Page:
Most respectable commercial for Microsoft Zune, Bill Gates' answer to Apple's iPod series. The Zune series will be new "it" thing in terms of stealing what's left of your social life - becoming your new "digital lifestyle companion".

Besides the initial Zune mp3/video player, we might be plagued with a microsoft portable gaming console (kind of a portable Xbox), a cellphone, a system resembling Itunes that will actually ease your transition from iTunes to Zune, and proprietary software. The whole Zune system will be made to be a complete, vertically-integrated solution, and not a iPod, iPod Nano, iPod Mini, iPod This and that, iTunes, and iStore multiple combo scheme - which might actually make you feel like you have value for your dollar. Coming soon.

I hate Apple. I hate Windows. SONY, HELP ME!!! Just kidding.

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Sabi Lingerie (0)

Tuesday, September 19, 2006 by , under , , , , , , ,

The copy reads: "Warning: May cause pregnancy". Lovely.

From DDB Sydney, down under in Oz land.

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Hot Wheels (0)

Tuesday, September 19, 2006 by , under , , , , , ,

From Ogilvy & Mather Costa Rica . While I salute the cool executions and how they never show the trademark cars themselves, I'm wondering how these ads will even interest kids anymore. But it might be truly naive of me to believe that only kids play with Hot Wheels these days, or Barbie dolls, for that matter... (Thanks, Brief blog!)

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The Quebec Milk Producers Federation (FPLQ) presents three new :45 seconds spots in its longlasting campaign "Un verre de lait c'est bien, mais deux, c'est mieux" ("one glass of milk is good, but two, better"), apparently a new format for the announcer, registers Infopresse. While the execution can be strongly linked to the campaign visually, I fear that BBDO Montreal fell into a pit of rather expected and tacky storytelling, trying to reach for our little hearties.

I liked where the old lady's spot was going, but then it all ends in a less-than-original stint (I'm not telling you, I'm leaving it up to you to be umm, surprised - for lack of a better word (but disappointed might do fine)), The two other spots are just badly directed, feature boring and unoriginal stories, and clearly look like bad movie theaters-to-TV adaptations.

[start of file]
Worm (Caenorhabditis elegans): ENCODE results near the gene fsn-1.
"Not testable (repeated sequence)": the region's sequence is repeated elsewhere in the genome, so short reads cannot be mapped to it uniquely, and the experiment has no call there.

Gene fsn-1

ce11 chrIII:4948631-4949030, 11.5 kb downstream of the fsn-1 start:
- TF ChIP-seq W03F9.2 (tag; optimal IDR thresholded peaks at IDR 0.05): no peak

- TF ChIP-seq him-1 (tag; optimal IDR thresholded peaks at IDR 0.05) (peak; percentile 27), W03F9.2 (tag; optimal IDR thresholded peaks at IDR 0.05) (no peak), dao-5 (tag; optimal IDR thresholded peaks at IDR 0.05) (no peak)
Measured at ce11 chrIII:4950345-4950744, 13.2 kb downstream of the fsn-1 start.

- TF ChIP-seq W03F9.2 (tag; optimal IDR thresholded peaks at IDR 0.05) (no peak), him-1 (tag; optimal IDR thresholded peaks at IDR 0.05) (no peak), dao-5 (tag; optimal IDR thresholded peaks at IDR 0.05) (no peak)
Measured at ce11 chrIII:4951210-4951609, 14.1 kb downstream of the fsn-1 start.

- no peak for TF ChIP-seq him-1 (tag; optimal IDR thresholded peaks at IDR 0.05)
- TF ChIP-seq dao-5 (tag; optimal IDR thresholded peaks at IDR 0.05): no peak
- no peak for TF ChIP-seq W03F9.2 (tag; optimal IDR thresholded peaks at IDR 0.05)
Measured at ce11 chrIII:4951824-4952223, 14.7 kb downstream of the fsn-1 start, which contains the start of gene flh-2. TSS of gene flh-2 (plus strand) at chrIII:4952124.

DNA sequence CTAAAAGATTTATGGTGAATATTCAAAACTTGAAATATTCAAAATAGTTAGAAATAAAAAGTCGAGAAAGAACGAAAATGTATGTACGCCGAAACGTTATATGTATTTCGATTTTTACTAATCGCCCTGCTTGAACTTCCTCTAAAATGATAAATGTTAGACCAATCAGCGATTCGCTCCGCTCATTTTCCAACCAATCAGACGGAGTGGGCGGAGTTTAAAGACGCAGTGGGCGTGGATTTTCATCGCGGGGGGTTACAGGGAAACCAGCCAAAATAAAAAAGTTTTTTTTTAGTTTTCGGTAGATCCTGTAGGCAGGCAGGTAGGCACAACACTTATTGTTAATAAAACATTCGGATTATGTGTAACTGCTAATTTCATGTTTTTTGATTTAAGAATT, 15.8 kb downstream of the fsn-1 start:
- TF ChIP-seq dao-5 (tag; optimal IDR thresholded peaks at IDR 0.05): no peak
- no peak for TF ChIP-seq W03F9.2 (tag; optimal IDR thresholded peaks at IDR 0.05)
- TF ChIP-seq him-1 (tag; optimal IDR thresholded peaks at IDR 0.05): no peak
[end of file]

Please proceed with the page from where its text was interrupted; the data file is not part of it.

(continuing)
Music is also ordinary. I liked it more when Studio Apollo did the score.

In conclusion: blah. Sorry guys, this campaign's a miss. Milk always had something aspirational about it, and a touch of imagination, original or absurd - people don't want to be told another bunch of "reality stories". (Thanks, Infopresse)

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Simple and inspired guerilla campaign for this rock n' roll radio station in Oslo. Two stickers on a rock and BAM! It's becomes a speaker. Powerful. (Thanks, Marketing Alternatif!)

Ah, ah, ah, rock-solid. Ahem. Sorry about that.

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Friday Vintage TV: Levi's Harvest (1977) (0)

Friday, September 15, 2006 by , under , , , , , , ,

You know, as I see this, I'm thinking how the current advertising trends lead every creative director to conclude that "modern advertising will be driven by design as statement".

Indeed a true fact, with just one missing word: "again".

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Friday Vintage TV: 1977 Levis Commercial (0)

Friday, September 15, 2006 by , under , , , , , , , ,

Another Levi's commercial, featuring daring special effects. This was way ahead of its time for 1977, predicting the coming of the 1984-defined styles and trends. Also a very trippy commercial, which leaves no open questions on how far can one man's imagination stretch, when abusing peanut butter. Interestingly eclectic art direction.

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Jason Alexander would probably kick me in the nuts for bringing this up to the world again, as he thought it was buried deep, deep within the entrails of the "Fruitiest Commercials Known To Man" vault. A textbook example of how, when you're a young actor, you're truly ready to sell your soul for fast food. IIt's that bad. *sigh* But then, I was surprised to see how nimble and flexible Jason Alexander was, back in those halcyon days.

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This would grace my saturday mornings, in between screenings of He-Man And The Masters of the Universe and G.I. Joe. More proof that back in the days, strong role models were an essential part of each nutritious breakfast.